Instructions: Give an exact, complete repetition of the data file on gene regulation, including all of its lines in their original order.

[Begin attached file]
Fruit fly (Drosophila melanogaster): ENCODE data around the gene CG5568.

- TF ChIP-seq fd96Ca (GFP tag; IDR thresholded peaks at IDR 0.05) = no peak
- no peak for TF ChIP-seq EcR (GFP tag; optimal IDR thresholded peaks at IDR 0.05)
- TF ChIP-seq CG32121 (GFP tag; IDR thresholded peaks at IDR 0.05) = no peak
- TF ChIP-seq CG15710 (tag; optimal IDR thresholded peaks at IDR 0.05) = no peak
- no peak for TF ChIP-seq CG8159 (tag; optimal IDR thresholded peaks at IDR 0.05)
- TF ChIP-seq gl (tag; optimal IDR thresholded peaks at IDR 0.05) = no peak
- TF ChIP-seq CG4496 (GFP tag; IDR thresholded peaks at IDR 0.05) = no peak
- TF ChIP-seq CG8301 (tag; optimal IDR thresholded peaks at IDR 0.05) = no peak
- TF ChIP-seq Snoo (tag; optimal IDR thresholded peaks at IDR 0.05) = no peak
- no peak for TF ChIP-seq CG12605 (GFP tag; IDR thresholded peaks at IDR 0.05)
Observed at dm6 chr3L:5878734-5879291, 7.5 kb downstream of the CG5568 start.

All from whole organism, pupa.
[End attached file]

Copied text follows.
Fruit fly (Drosophila melanogaster): ENCODE data around the gene CG5568.

- TF ChIP-seq fd96Ca (GFP tag; IDR thresholded peaks at IDR 0.05) = no peak
- no peak for TF ChIP-seq EcR (GFP tag; optimal IDR thresholded peaks at IDR 0.05)
- TF ChIP-seq CG32121 (GFP tag; IDR thresholded peaks at IDR 0.05) = no peak
- TF ChIP-seq CG15710 (tag; optimal IDR thresholded peaks at IDR 0.05) = no peak
- no peak for TF ChIP-seq CG8159 (tag; optimal IDR thresholded peaks at IDR 0.05)
- TF ChIP-seq gl (tag; optimal IDR thresholded peaks at IDR 0.05) = no peak
- TF ChIP-seq CG4496 (GFP tag; IDR thresholded peaks at IDR 0.05) = no peak
- TF ChIP-seq CG8301 (tag; optimal IDR thresholded peaks at IDR 0.05) = no peak
- TF ChIP-seq Snoo (tag; optimal IDR thresholded peaks at IDR 0.05) = no peak
- no peak for TF ChIP-seq CG12605 (GFP tag; IDR thresholded peaks at IDR 0.05)
Observed at dm6 chr3L:5878734-5879291, 7.5 kb downstream of the CG5568 start.

All from whole organism, pupa.